Tag: wildlife art

A Past Kept In Shoeboxes

I used to keep my snapshot photographs stored in albums. When I married and had children, my wife and I did the same for many years. Then, somewhere along the passage of time, we stopped storing our photos in albums and tossed them into empty shoeboxes instead. Now we have 30+ years of unlabeled shoeboxes

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Water Shots

I have always been attracted to water and the life and world within it; perhaps it’s because I’m an Aquarian. Water can be hypnotic with its reflections and refractions of light and color, and it draws me to capture its many expressions. Here then is a sampling of local reflections and the sites that lay atop

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Painting with Knives

Another old art piece of mine. This article was first published in an art newsletter dated 1998. The photos of my artwork that I’ve shared for this post range from the same year to 2001. While oil painting this month, I’ve been having fun painting with knives. Frosting the cake is what I call it

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Drawings

I like to draw. Figure drawing, cartooning, doodling … you name it. Graphite pencils, pen and ink, inked brushes, wax color pencils, crayons, charcoal, chalk, pastels, various kinds of erasers, markers, styluses. Line drawing, shading, hatching, cross-hatching, broken hatching, stippling, entopic graphomania (you make a dot at the location of each imperfection in the drawing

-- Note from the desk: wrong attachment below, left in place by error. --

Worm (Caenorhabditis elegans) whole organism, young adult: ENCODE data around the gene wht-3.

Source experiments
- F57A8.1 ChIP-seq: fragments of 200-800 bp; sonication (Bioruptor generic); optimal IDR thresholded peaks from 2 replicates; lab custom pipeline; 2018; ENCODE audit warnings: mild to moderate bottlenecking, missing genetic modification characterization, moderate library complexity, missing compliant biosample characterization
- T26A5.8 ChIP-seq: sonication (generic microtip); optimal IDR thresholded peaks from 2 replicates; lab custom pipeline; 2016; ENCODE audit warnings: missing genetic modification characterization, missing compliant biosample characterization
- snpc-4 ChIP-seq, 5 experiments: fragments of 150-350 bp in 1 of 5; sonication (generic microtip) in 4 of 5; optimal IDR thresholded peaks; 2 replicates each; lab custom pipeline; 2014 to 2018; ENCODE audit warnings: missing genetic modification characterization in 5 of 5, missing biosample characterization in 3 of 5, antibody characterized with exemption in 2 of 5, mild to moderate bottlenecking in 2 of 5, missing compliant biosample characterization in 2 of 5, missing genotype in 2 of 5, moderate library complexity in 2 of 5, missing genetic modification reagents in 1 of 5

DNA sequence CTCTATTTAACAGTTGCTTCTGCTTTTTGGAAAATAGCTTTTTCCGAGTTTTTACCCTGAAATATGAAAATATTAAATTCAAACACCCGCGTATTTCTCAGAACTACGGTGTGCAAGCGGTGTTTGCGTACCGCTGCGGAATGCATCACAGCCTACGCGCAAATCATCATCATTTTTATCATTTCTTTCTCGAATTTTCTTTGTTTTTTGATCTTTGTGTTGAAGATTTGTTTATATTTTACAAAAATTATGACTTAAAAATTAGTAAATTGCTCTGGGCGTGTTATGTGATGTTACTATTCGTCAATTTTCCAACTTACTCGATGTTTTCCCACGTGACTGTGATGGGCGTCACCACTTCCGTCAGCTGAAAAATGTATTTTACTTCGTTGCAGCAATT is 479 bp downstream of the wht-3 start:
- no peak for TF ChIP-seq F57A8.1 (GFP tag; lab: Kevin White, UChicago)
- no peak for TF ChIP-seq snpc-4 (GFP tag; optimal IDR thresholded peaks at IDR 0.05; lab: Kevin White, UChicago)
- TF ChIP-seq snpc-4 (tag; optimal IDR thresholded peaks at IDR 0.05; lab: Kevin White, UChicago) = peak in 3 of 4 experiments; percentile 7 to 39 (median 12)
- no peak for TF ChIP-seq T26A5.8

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Painting Alla Prima, Part 2 of 2

Many years ago, I taught wildlife and landscape painting classes. This is a lesson plan from those classes. Understanding and controlling values should be one of your first goals as a painter. When I began painting landscapes from life, I realized that the objects in my finished paintings lacked convincing form. When I understood how

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Painting Alla Prima, Part 1 of 2

Many years ago, I taught wildlife and landscape painting classes. This is a lesson plan from those classes. Alla prima is an Italian expression that translates into “at the first try.” The technique of alla prima is a wet-on-wet direct method of painting that completes the painting in a single session, without previous preparation or

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Always Busy

Anyone following my blog would assume that I’m rarely busy writing or making art, simply because of the lengthy gaps between my posts. But that’s far from the truth. I’m busy every day working on my stories and art, from creating new chapters and editing old material, to sketching in my sketchbooks or actually composing

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Allow Mistakes

The three paintings shown below are from 1986 when I wanted to show a deer running through a winter landscape. They are painting sketches filled with mistakes I made while learning about deer and the art of painting. Each painting sketch gets better, but they all contain obvious errors that detract from each picture. Fortunately,

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